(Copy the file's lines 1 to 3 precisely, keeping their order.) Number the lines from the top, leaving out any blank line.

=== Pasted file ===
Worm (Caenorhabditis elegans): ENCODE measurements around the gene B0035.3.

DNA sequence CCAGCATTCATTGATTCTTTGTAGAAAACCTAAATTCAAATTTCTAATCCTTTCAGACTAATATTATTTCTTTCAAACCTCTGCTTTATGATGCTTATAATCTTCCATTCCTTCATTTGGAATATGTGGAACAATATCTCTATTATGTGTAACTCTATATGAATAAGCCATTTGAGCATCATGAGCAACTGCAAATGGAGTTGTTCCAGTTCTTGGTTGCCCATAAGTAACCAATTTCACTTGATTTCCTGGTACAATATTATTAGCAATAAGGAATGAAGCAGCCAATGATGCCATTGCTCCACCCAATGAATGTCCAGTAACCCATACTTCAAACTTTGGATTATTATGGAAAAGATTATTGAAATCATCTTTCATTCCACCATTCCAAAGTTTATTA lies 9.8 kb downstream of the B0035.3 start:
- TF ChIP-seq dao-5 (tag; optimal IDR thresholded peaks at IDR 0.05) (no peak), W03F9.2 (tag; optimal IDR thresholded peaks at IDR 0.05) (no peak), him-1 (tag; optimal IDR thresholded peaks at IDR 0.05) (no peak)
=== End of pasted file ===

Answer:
Worm (Caenorhabditis elegans): ENCODE measurements around the gene B0035.3.

DNA sequence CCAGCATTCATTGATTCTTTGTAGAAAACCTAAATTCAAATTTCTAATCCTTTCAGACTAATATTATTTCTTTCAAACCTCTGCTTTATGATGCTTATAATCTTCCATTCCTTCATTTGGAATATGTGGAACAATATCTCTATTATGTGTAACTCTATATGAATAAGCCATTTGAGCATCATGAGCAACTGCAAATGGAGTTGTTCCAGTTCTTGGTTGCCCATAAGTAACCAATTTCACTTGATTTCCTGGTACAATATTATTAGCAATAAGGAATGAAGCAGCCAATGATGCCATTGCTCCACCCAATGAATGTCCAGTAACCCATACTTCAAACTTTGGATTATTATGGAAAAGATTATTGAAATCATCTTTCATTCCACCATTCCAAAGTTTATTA lies 9.8 kb downstream of the B0035.3 start:
- TF ChIP-seq dao-5 (tag; optimal IDR thresholded peaks at IDR 0.05) (no peak), W03F9.2 (tag; optimal IDR thresholded peaks at IDR 0.05) (no peak), him-1 (tag; optimal IDR thresholded peaks at IDR 0.05) (no peak)